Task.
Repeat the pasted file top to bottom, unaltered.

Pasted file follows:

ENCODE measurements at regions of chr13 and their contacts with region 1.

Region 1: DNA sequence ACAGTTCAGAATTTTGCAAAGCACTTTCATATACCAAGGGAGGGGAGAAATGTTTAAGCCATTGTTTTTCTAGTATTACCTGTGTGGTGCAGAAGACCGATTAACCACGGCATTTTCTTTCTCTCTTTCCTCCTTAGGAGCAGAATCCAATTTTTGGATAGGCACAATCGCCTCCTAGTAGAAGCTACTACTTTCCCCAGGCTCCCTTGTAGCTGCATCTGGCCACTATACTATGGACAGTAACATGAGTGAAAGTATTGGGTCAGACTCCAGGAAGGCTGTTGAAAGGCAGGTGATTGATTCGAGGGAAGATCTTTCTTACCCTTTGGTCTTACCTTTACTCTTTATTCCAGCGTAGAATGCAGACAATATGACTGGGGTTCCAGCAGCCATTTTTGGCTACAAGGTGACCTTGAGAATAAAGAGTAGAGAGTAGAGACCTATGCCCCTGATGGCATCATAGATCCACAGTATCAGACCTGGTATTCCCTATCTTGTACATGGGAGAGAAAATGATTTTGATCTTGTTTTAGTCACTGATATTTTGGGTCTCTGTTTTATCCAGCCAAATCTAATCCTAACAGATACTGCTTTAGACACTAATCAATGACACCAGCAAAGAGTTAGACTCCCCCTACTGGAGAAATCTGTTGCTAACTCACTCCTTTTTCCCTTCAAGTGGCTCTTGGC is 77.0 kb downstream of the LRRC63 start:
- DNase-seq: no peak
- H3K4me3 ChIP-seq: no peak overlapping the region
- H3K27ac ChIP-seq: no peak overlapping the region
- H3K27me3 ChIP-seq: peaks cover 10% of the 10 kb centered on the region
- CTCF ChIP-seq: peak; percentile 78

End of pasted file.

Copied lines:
ENCODE measurements at regions of chr13 and their contacts with region 1.

Region 1: DNA sequence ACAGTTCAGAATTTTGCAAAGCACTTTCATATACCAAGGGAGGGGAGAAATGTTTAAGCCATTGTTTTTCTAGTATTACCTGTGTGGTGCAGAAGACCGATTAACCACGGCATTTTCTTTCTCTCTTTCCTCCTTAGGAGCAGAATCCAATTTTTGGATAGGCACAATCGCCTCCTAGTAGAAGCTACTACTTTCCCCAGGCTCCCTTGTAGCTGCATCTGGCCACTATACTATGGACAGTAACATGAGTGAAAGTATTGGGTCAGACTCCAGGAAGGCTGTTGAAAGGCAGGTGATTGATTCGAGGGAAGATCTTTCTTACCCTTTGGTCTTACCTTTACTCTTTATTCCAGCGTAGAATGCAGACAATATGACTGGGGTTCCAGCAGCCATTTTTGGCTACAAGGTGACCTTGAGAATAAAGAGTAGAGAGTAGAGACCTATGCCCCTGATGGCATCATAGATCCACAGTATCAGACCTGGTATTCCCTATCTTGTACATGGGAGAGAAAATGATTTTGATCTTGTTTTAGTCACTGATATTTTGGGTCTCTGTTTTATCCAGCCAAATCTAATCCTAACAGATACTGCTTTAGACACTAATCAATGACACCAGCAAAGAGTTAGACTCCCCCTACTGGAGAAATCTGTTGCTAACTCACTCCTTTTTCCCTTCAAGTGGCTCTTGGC is 77.0 kb downstream of the LRRC63 start:
- DNase-seq: no peak
- H3K4me3 ChIP-seq: no peak overlapping the region
- H3K27ac ChIP-seq: no peak overlapping the region
- H3K27me3 ChIP-seq: peaks cover 10% of the 10 kb centered on the region
- CTCF ChIP-seq: peak; percentile 78